Twitter helped manipulate the COVID-19 debate by relenting to government pressure and censoring content related to the virus, according to the latest "Twitter Files" release.
Reporter David Zweig on Monday morning took to Twitter to post about COVID-19-related actions by the social media platform before billionaire Elon Musk assumed control.
"The United States government pressured Twitter and other social media platforms to elevate certain content and suppress other content about Covid-19," Zweig tweeted.
The reporter cited numerous examples, including how Twitter suspended journalist Alex Berenson hours after President Joe Biden, in the summer of 2021, said social media companies were "killing people" for allowing vaccine misinformation.
"Berenson sued (and then settled with) Twitter. In the legal process Twitter was compelled to release certain internal communications, which showed direct White House pressure on the company to take action on Berenson," Zweig tweeted.
A recent summary of meetings with the White House by Lauren Culbertson, Twitter's head of U.S. public policy, said the Biden team "was 'very angry' that Twitter had not been more aggressive in deplatforming multiple accounts. They wanted Twitter to do more," Zweig tweeted.
"In my review of internal files, I found countless instances of tweets labeled as 'misleading' or taken down entirely, sometimes triggering account suspensions, simply because they veered from CDC [Centers for Disease Control and Prevention] guidance or differed from establishment views," Zweig tweeted.
Zweig said Twitter "did suppress views — many from doctors and scientific experts — that conflicted with the official positions of the White House. As a result, legitimate findings and questions that would have expanded the public debate went missing."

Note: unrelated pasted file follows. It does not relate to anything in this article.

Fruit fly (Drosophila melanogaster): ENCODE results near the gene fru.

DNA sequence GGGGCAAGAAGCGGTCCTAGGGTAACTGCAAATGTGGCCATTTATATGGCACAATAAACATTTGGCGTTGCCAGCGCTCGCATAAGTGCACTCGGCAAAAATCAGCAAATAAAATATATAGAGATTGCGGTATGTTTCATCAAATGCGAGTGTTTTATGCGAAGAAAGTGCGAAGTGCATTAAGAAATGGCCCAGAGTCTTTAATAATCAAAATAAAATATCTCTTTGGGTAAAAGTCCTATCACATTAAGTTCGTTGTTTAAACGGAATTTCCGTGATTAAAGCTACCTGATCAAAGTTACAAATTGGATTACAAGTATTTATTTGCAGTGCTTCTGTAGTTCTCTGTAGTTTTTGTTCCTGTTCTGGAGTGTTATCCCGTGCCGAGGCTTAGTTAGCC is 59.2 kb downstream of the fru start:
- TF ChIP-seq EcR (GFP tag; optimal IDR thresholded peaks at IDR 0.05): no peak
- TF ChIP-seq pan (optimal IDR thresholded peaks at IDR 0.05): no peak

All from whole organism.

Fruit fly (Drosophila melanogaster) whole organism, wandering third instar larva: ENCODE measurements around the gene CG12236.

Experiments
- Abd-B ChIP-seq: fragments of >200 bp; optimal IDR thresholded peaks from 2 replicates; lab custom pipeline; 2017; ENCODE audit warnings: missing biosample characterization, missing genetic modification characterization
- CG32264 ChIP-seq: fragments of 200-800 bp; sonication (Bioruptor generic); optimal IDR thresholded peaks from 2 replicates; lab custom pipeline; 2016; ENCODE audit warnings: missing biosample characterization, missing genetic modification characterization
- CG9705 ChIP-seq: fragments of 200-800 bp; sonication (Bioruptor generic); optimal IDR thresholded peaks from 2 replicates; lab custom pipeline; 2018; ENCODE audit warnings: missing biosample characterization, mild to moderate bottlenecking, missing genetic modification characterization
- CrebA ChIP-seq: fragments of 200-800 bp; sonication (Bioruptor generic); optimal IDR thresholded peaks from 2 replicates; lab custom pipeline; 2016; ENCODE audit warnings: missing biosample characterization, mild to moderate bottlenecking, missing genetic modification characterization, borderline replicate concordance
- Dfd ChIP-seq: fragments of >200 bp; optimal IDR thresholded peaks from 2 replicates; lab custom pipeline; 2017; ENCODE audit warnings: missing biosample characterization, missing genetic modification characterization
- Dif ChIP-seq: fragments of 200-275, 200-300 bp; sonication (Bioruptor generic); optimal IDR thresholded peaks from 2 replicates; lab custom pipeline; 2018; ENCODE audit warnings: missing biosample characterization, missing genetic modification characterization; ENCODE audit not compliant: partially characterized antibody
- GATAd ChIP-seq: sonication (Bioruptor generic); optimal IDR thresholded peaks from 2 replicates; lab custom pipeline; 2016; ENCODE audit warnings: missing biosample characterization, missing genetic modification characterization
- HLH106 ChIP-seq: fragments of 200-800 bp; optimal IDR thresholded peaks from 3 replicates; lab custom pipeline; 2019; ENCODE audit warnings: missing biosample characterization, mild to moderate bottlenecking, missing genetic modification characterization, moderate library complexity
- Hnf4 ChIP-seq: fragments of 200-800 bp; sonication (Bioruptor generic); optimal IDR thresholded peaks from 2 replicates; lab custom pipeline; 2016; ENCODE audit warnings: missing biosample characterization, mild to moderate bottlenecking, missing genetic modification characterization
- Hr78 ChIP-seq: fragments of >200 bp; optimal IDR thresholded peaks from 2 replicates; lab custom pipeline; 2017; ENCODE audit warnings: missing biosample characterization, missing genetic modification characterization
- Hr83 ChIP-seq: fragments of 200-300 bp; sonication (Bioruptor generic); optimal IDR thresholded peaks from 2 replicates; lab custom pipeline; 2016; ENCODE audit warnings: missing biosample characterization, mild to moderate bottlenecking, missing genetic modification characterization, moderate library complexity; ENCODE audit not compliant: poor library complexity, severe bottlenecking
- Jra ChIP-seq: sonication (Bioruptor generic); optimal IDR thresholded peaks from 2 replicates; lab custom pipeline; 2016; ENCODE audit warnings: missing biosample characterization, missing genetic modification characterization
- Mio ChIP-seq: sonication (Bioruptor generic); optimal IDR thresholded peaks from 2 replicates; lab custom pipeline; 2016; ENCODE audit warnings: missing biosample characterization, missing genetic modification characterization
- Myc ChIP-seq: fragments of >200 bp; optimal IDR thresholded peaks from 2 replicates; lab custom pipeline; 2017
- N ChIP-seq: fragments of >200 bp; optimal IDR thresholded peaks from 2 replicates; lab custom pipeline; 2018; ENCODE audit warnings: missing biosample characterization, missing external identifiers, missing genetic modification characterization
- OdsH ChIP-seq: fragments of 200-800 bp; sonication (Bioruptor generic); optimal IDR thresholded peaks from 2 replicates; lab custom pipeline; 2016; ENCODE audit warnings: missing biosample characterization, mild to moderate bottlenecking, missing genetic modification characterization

That included some experts' opinions, despite being in line with vaccine policies in numerous other countries, being labeled "false information" because they differed from the CDC guidelines.
Zweig said that internal files he viewed showed that both the Trump and Biden administrations pressed Twitter executives and other social media platforms to moderate pandemic content.
"At the onset of the pandemic, according to meeting notes, the Trump admin was especially concerned about panic buying," Zweig tweeted. "They came looking for 'help from the tech companies to combat misinformation' about 'runs on grocery stores.' But … there were runs on grocery stores."
Zweig said there were three serious problems with Twitter's COVID-19 content oversight:
- Much of the content moderation was conducted by bots.
- Non-expert contractors, in places such as the Philippines, also moderated content.
- The buck stopped with higher level employees, exhibiting individual and collective bias.
Zweig referenced one incident in which Jim Baker, at the time Twitter's deputy general counsel, asked why then-President Donald Trump telling people to not be afraid of COVID-19 wasn't a violation of the platform's misinformation policy.
"Yoel Roth, Twitter's former head of trust & safety, had to explain that optimism wasn't misinformation," Zweig tweeted.
Zweig's 40 posts on Monday morning concluded with an obvious question.
"What might this pandemic and its aftermath have looked like if there had been a more open debate on Twitter and other social media platforms — not to mention the mainstream press — about the origins of Covid, about lockdowns, about the true risks of Covid in kids, and much more?" Zweig tweeted.
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